Dealing with Stress During the Pandemic

Debbie Archer | School of Agriculture, Fisheries and Human Sciences

close-up-composition-conceptual-creativity-626165Stress is a part of everyday life. We experience stress in one of two ways; positive or negative, according to Linda Inmon, Extension associate-family and consumer sciences at the University of Arkansas at Pine Bluff.

Positive stress is getting that promotion you’ve been seeking, buying that dream house or car, or getting married to the person you want to be with for the rest of your life, Inmon said.  Negative stress can cause extreme anxiety especially during times of uncertainties such as the case with the current pandemic (COVID-19).

“Negative stress takes a toll on the body and mind by weakening the immune system as we brace and wait for the pandemic to finally be over,” Inmon said. “However, to ensure that it does not become overwhelming we must recognize and address our stress because of the pandemic.”

It is easy for most people to recognize signs of stress because they know their own bodies. Some signs of stress include, but are not limited to, headaches, anxiety, anger, fatigue, stomach problems, trouble concentrating and a feeling of despair, she said. However, each person handles stress differently.

When stressors are broken into manageable parts it makes it easier to deal with, Inmon said. Start by thinking about what is bothering you the most.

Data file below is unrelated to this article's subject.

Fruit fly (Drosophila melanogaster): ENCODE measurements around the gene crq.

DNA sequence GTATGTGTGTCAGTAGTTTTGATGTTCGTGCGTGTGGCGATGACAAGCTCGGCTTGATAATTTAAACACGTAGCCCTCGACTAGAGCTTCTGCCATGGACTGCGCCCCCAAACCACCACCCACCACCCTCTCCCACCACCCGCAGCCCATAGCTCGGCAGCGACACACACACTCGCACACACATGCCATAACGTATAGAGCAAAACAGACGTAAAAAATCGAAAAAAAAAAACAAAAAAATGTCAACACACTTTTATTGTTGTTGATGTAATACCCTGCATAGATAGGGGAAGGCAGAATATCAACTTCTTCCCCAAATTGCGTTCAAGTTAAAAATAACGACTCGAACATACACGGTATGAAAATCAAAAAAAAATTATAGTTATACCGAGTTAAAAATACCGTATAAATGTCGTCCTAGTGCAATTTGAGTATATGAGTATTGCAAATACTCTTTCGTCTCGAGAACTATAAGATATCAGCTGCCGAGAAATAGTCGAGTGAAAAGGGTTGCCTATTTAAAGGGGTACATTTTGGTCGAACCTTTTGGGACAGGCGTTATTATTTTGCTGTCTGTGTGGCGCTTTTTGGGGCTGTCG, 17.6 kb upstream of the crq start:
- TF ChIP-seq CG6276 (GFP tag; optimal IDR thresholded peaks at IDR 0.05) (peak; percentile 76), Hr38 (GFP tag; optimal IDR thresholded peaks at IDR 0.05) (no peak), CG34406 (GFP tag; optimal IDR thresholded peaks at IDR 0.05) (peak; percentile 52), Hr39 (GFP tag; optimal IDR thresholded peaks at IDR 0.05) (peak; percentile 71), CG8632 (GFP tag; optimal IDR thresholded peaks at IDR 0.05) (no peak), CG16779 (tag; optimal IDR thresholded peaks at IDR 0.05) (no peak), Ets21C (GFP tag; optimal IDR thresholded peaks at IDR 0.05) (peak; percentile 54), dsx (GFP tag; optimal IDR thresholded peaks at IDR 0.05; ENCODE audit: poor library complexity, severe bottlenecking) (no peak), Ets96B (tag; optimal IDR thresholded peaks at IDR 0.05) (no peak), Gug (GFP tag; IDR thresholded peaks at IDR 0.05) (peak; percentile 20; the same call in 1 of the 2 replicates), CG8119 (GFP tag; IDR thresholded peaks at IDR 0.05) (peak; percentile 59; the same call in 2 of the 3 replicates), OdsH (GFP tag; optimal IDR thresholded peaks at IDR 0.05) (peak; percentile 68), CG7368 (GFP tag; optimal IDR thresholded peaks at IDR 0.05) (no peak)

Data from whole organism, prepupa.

“Write your stressors on a sheet of paper and cross off those items that are least likely to affect you or your family,” she said. “Change the things that you can by creating strategies to help you maintain focus. Stop worrying about the things you can’t do anything about. And stay informed but take breaks from watching, reading or listening to news, including social media.”

Another thing you can do to reduce or eliminate stress is to maintain as much of a routine as possible. Prepare for each day as if you were going to work or school, Innon said. It is important to maintain healthy eating habits and drink plenty of water to nourish your body and brain. If you are a primary caregiver, remember to set aside time for yourself to relax and renew your energy.

“Stay active and laugh often,” Inmon said.

The University of Arkansas at Pine Bluff offers all of its Extension and Research programs and services without regard to race, color, sex, gender identity, sexual orientation, national origin, religion, age, disability, marital or veteran status, genetic information, or any other legally protected status, and is an Affirmative Action/Equal Opportunity Employer.

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